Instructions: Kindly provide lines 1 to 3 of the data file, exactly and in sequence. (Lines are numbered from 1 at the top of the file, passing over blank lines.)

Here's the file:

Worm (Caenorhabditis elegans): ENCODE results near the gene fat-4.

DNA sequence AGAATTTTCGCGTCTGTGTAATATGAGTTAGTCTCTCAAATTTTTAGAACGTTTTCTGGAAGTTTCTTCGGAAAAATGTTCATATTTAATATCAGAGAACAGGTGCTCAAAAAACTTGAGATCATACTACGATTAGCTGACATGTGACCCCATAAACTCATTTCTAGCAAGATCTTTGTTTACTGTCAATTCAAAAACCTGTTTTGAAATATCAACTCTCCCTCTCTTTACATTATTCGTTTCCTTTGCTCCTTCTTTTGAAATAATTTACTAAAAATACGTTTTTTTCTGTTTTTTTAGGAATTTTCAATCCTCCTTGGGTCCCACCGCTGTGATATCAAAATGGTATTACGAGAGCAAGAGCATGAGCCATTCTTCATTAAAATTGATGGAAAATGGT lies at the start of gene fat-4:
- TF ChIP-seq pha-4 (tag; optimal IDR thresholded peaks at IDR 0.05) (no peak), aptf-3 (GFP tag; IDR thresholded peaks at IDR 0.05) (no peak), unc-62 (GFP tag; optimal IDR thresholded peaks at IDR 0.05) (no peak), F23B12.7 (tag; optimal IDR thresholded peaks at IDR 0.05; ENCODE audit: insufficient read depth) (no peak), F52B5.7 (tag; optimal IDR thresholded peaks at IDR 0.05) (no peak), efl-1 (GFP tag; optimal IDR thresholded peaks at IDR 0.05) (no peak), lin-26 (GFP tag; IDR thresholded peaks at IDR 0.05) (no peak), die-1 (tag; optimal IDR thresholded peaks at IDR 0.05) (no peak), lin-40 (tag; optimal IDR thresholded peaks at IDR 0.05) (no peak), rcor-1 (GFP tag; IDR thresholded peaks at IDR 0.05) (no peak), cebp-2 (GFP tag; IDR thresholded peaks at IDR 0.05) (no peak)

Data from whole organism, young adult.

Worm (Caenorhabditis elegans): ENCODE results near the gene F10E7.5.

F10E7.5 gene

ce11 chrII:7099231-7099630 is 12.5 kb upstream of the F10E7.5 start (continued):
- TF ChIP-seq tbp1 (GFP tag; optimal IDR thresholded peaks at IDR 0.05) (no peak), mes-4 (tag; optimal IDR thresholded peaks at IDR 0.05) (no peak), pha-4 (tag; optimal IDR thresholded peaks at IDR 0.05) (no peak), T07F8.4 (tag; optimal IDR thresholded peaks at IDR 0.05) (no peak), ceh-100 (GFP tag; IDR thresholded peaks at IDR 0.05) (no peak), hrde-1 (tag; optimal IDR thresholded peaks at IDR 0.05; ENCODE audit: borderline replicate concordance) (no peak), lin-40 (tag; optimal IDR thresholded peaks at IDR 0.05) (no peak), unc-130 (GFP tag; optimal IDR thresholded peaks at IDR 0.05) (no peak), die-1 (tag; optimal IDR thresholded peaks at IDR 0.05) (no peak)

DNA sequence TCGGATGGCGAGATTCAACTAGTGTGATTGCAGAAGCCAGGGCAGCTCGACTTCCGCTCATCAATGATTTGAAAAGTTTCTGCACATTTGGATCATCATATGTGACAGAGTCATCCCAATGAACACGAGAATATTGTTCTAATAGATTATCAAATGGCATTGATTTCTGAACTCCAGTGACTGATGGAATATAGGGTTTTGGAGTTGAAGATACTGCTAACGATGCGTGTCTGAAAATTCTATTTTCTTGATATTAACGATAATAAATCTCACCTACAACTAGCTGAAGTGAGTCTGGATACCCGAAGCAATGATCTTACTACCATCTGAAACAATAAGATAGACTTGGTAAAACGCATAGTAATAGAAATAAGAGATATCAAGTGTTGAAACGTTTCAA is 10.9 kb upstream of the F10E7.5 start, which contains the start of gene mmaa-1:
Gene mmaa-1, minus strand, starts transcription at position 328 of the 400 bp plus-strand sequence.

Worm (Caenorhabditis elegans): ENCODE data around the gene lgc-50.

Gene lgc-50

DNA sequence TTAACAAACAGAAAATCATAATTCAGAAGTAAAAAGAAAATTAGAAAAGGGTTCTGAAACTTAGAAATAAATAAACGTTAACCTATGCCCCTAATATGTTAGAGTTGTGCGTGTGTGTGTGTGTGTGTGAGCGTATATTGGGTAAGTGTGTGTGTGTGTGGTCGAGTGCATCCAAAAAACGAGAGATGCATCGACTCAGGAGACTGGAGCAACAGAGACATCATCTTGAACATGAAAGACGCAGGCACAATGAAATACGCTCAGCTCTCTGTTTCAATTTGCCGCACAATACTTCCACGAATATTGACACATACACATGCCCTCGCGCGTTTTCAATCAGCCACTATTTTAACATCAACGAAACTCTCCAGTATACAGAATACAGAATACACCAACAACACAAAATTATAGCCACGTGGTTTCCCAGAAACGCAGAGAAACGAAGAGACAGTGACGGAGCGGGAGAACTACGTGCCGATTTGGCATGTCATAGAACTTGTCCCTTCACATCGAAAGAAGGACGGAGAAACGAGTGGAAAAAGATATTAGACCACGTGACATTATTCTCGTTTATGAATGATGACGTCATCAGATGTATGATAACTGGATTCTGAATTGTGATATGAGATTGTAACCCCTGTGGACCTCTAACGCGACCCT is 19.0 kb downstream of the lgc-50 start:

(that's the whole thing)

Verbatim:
Worm (Caenorhabditis elegans): ENCODE results near the gene fat-4.

DNA sequence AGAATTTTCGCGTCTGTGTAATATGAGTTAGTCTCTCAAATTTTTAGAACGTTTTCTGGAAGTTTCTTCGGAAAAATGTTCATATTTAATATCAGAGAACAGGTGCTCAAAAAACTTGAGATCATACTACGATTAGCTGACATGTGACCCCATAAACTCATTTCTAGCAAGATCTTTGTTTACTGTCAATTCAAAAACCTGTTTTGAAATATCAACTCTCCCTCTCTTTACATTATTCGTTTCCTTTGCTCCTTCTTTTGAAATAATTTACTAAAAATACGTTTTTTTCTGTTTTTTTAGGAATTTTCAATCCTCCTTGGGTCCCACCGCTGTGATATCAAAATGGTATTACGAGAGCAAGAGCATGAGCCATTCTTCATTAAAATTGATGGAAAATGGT lies at the start of gene fat-4:
- TF ChIP-seq pha-4 (tag; optimal IDR thresholded peaks at IDR 0.05) (no peak), aptf-3 (GFP tag; IDR thresholded peaks at IDR 0.05) (no peak), unc-62 (GFP tag; optimal IDR thresholded peaks at IDR 0.05) (no peak), F23B12.7 (tag; optimal IDR thresholded peaks at IDR 0.05; ENCODE audit: insufficient read depth) (no peak), F52B5.7 (tag; optimal IDR thresholded peaks at IDR 0.05) (no peak), efl-1 (GFP tag; optimal IDR thresholded peaks at IDR 0.05) (no peak), lin-26 (GFP tag; IDR thresholded peaks at IDR 0.05) (no peak), die-1 (tag; optimal IDR thresholded peaks at IDR 0.05) (no peak), lin-40 (tag; optimal IDR thresholded peaks at IDR 0.05) (no peak), rcor-1 (GFP tag; IDR thresholded peaks at IDR 0.05) (no peak), cebp-2 (GFP tag; IDR thresholded peaks at IDR 0.05) (no peak)